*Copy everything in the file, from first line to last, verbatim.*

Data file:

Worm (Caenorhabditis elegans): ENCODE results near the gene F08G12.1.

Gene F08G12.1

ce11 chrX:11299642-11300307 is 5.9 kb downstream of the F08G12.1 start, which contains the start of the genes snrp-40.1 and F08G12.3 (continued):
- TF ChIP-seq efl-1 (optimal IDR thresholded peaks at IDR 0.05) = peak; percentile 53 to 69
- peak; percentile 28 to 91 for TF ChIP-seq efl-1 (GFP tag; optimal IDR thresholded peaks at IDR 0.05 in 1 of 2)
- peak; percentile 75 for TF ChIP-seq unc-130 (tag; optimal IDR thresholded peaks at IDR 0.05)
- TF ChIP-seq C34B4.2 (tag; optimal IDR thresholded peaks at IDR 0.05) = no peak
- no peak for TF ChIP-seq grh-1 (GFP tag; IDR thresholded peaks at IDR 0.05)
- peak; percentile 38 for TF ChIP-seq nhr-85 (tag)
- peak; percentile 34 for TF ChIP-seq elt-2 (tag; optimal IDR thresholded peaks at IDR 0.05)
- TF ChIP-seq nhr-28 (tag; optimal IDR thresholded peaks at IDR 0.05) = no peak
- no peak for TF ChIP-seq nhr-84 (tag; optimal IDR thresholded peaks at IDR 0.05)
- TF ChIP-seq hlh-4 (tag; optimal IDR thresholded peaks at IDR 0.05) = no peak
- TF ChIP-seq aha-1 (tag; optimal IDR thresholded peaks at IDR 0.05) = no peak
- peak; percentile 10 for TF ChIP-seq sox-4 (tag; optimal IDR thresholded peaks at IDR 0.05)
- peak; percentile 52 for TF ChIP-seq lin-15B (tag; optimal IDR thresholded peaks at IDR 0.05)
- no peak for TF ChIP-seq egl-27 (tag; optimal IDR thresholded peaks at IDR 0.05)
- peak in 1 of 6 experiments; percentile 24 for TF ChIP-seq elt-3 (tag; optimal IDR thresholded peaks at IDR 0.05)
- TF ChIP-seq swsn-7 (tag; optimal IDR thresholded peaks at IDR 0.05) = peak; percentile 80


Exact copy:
Worm (Caenorhabditis elegans): ENCODE results near the gene F08G12.1.

Gene F08G12.1

ce11 chrX:11299642-11300307 is 5.9 kb downstream of the F08G12.1 start, which contains the start of the genes snrp-40.1 and F08G12.3 (continued):
- TF ChIP-seq efl-1 (optimal IDR thresholded peaks at IDR 0.05) = peak; percentile 53 to 69
- peak; percentile 28 to 91 for TF ChIP-seq efl-1 (GFP tag; optimal IDR thresholded peaks at IDR 0.05 in 1 of 2)
- peak; percentile 75 for TF ChIP-seq unc-130 (tag; optimal IDR thresholded peaks at IDR 0.05)
- TF ChIP-seq C34B4.2 (tag; optimal IDR thresholded peaks at IDR 0.05) = no peak
- no peak for TF ChIP-seq grh-1 (GFP tag; IDR thresholded peaks at IDR 0.05)
- peak; percentile 38 for TF ChIP-seq nhr-85 (tag)
- peak; percentile 34 for TF ChIP-seq elt-2 (tag; optimal IDR thresholded peaks at IDR 0.05)
- TF ChIP-seq nhr-28 (tag; optimal IDR thresholded peaks at IDR 0.05) = no peak
- no peak for TF ChIP-seq nhr-84 (tag; optimal IDR thresholded peaks at IDR 0.05)
- TF ChIP-seq hlh-4 (tag; optimal IDR thresholded peaks at IDR 0.05) = no peak
- TF ChIP-seq aha-1 (tag; optimal IDR thresholded peaks at IDR 0.05) = no peak
- peak; percentile 10 for TF ChIP-seq sox-4 (tag; optimal IDR thresholded peaks at IDR 0.05)
- peak; percentile 52 for TF ChIP-seq lin-15B (tag; optimal IDR thresholded peaks at IDR 0.05)
- no peak for TF ChIP-seq egl-27 (tag; optimal IDR thresholded peaks at IDR 0.05)
- peak in 1 of 6 experiments; percentile 24 for TF ChIP-seq elt-3 (tag; optimal IDR thresholded peaks at IDR 0.05)
- TF ChIP-seq swsn-7 (tag; optimal IDR thresholded peaks at IDR 0.05) = peak; percentile 80